“Don’t you know how to behave with boys, or do you like physical attention like loose women?” When I heard a distant aunt of mine telling her daughter who just turned 13, this, I could not help but wonder if she realised she was shaming her daughter, not merely scolding her. I also wondered how my cousin felt – was she traumatised, considering she probably knew little about patriarchal gender codes?
In a patriarchal society, shaming is an internalised form of social control, and is not just inculcated by moral codes, but also by gender codes. And while it is bad enough for women, it doesn’t let men off the hook, either. While adolescent girls are first slut-shamed by their own families to “teach her how to behave with boys”, a male child is called “girly” for playing with a doll or indulging in dress-up sessions.
We use a variety of adjectives when shaming others. We also categorise the shaming itself with adjectives like body shaming, fat shaming, et al. But, shaming in itself is an issue that needs to be looked at more closely. For instance, is shaming merely an extreme weapon used to insult and disrespect others, or is it a more subtle way of persistent disciplining so that existing gender codes can prevail and function smoothly without question?
As a disciplinary measure, shaming does not end with children or young adults. I recall how a male neighbour of mine was pressurised to go to work, even with a severely fractured leg with jibes like,“You are a man. How can you sit at home just because you broke your leg?” Was this shaming not potentially dangerous for him both physically and psychologically? In all cases, shaming belittles and builds in us a sense of inadequacy.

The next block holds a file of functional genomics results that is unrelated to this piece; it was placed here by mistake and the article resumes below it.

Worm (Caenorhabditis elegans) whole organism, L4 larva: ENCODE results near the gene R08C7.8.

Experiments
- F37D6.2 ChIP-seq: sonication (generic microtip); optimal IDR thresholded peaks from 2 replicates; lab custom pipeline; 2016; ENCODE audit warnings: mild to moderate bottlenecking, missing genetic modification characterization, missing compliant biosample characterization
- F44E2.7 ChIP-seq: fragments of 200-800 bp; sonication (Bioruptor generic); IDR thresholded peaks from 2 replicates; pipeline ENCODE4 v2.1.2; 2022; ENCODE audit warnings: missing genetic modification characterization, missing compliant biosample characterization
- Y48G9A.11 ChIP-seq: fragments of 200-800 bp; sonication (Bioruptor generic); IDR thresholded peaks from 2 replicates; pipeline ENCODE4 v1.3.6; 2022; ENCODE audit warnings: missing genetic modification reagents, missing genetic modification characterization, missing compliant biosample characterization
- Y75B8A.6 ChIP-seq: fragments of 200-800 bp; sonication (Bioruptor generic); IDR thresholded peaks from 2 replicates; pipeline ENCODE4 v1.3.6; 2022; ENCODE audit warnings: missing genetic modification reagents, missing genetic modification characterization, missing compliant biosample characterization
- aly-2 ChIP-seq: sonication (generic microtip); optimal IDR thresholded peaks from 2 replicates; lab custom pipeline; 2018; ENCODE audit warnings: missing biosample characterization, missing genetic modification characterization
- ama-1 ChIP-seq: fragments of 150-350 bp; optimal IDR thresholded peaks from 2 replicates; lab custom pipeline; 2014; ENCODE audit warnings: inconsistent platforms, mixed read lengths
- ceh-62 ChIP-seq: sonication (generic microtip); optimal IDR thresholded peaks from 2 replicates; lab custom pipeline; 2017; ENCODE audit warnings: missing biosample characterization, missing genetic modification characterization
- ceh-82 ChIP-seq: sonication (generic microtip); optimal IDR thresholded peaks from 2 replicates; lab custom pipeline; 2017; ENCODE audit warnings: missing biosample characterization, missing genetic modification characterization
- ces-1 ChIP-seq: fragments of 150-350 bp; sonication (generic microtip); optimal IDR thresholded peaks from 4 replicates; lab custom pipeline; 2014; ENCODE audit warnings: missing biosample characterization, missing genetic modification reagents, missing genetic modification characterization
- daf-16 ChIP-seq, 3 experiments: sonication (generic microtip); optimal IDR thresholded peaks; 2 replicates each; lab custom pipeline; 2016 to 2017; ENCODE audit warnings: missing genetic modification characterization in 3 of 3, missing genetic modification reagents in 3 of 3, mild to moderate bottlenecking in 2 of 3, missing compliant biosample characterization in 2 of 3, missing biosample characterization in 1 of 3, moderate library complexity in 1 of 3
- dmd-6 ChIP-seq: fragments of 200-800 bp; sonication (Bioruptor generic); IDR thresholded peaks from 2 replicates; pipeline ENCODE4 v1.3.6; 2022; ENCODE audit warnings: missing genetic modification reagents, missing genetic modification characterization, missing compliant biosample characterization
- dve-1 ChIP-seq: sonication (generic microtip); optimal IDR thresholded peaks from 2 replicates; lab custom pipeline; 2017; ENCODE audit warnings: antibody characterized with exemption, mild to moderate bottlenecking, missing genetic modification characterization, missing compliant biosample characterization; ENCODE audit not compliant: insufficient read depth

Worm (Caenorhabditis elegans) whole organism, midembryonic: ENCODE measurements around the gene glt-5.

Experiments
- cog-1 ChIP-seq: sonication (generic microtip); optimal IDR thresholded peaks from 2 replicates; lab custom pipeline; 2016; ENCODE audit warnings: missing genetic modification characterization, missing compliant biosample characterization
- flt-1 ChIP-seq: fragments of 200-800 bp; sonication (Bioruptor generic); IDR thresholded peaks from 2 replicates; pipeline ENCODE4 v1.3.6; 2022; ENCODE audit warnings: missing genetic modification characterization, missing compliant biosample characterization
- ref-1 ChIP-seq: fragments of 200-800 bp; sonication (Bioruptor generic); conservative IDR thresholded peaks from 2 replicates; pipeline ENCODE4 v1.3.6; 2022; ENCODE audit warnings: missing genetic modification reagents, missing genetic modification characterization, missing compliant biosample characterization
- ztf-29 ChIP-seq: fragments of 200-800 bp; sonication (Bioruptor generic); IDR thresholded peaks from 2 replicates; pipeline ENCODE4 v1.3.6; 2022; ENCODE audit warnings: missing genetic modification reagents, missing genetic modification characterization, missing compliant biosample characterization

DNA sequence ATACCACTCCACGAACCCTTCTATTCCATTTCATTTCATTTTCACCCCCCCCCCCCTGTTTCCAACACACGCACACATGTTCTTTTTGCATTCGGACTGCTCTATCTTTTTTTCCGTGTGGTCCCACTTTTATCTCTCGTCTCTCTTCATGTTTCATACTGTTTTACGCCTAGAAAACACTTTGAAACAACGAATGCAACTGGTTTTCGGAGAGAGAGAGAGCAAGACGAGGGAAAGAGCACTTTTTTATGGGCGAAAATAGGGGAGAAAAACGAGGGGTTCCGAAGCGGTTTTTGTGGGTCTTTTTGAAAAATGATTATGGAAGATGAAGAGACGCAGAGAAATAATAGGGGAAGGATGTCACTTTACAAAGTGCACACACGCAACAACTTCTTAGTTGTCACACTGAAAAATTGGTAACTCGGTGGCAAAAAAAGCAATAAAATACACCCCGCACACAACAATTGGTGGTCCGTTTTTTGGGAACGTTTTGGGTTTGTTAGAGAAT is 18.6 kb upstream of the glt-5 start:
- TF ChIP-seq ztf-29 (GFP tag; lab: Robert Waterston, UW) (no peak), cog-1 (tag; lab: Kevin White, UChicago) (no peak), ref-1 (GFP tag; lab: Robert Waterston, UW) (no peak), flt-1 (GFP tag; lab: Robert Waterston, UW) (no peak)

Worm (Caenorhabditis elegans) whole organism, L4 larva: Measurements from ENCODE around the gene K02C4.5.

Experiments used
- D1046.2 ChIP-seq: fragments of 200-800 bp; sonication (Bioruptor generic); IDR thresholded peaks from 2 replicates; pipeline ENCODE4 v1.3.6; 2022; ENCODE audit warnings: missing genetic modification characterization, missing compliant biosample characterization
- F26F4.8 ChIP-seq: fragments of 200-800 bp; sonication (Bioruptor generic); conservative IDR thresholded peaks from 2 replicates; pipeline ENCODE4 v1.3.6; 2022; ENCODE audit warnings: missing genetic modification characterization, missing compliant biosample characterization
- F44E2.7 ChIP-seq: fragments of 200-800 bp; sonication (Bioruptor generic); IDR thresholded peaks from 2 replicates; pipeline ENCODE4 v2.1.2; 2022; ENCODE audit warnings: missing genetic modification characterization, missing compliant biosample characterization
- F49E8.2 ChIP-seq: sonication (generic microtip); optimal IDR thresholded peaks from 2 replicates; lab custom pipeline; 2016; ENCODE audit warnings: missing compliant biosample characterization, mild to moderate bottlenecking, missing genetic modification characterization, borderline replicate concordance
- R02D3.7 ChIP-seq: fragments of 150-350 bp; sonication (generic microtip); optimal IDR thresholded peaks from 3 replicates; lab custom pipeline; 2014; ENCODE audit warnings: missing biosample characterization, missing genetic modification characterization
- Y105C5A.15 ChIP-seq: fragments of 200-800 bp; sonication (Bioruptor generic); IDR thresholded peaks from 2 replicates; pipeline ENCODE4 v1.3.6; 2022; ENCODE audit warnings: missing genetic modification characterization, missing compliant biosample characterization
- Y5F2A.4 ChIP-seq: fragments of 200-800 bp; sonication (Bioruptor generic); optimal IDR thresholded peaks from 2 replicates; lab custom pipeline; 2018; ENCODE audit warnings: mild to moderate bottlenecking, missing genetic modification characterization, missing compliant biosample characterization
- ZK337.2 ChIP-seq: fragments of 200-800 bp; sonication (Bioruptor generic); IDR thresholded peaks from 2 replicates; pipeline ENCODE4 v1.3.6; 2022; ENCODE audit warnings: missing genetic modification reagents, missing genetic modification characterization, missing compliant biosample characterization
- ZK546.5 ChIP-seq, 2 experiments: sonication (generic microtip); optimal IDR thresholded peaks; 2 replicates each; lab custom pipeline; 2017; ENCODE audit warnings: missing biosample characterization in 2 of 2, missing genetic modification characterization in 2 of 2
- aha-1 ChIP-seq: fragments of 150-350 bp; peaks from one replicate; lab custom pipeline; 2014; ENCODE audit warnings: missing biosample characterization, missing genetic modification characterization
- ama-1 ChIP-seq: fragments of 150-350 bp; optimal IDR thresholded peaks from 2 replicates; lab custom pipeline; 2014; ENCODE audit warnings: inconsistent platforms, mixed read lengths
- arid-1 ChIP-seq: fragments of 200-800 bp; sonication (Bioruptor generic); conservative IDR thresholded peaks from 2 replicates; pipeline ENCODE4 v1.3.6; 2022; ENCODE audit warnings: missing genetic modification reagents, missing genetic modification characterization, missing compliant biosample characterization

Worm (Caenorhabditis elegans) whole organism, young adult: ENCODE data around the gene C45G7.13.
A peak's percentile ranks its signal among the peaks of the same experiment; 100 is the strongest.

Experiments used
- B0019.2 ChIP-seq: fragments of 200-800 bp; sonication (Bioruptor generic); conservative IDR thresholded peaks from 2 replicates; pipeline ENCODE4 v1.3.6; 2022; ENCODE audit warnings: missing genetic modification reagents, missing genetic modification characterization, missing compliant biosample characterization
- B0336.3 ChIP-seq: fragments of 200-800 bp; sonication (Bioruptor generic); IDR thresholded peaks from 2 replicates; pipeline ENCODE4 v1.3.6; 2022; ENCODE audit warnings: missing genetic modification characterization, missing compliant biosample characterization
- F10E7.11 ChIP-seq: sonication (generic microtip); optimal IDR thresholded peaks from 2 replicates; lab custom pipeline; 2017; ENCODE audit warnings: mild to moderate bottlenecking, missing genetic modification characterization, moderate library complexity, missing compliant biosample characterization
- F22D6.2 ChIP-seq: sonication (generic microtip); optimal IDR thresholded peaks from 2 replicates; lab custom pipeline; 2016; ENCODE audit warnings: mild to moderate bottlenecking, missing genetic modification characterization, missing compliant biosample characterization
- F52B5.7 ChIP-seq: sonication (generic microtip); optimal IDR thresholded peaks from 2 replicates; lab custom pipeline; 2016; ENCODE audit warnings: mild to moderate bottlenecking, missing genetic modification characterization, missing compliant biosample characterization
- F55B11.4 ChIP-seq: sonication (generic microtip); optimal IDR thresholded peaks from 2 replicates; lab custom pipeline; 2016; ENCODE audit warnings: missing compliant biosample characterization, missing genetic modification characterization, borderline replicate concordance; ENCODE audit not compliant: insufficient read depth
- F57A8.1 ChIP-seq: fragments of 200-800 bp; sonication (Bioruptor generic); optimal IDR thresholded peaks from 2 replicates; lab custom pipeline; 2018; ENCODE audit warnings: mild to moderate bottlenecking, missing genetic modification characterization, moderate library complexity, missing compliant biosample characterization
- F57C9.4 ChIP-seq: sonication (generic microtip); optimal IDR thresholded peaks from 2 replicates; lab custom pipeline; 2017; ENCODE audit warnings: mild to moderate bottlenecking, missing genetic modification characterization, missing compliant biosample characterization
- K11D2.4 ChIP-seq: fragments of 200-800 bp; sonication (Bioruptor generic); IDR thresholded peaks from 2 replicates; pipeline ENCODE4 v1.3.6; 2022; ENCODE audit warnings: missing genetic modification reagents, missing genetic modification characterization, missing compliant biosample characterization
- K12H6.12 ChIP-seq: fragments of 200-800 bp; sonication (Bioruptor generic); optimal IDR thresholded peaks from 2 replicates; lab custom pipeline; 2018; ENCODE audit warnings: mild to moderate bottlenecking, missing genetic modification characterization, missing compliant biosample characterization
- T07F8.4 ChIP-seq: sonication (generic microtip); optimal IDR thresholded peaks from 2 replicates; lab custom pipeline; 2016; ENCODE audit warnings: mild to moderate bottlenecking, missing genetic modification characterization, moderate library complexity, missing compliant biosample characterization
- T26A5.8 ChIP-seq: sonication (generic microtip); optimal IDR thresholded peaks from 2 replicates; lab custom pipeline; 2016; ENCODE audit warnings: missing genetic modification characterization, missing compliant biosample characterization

For men, the versatility of emotional expression is portrayed to be external to their character and, the presence of it is a sign of inferiority. I am sure, everyone here has heard at some point or the other a male being told : “Ladka hoke itna emotional (Are boys this emotional?)” This is so internalised that most males repress their emotions, and become perpetrators of violence in some cases. No wonder men tend to be desensitised towards gendered issues that also affect them. Personal shame takes an upper hand here against social shame.
Our ideas of virility are both a cause and an effect of shaming in a patriarchal society. Men find themselves at the receiving end if they are without a physique exuding masculinity. They may be shamed about their reproductive and sexual prowess, in turn promoting hyper-virility as a parameter of strength. Hyper-virility and strength become a deadly combination for the perpetuation of rape culture in society.
Ironically, the highly sexualised objectifying of women by shame-induced virility instead of giving a sense of sexual liberation, becomes a hindrance to sexual choices. The woman is never lauded for having multiple affairs or premarital sex, whereas the man is. It comes as no surprise that implications of such a situation is deeply heteronormative; a man’s sexual inclination is restricted to women, cutting out the possibility of identifying as queer, and within the LGBTQ spectrum.
Shame debilitates the development of self, and the evolution of society as a whole, and it is contradictory to the pluralistic society we live in. It burdens the human spirit with regret and hatred for the self and eventually others, and it helps sustain the malpractices of a patriarchal society that are harmful to every gender.
Debolina Bal is an intern with Youth Ki Awaaz for the batch of February-March 2017.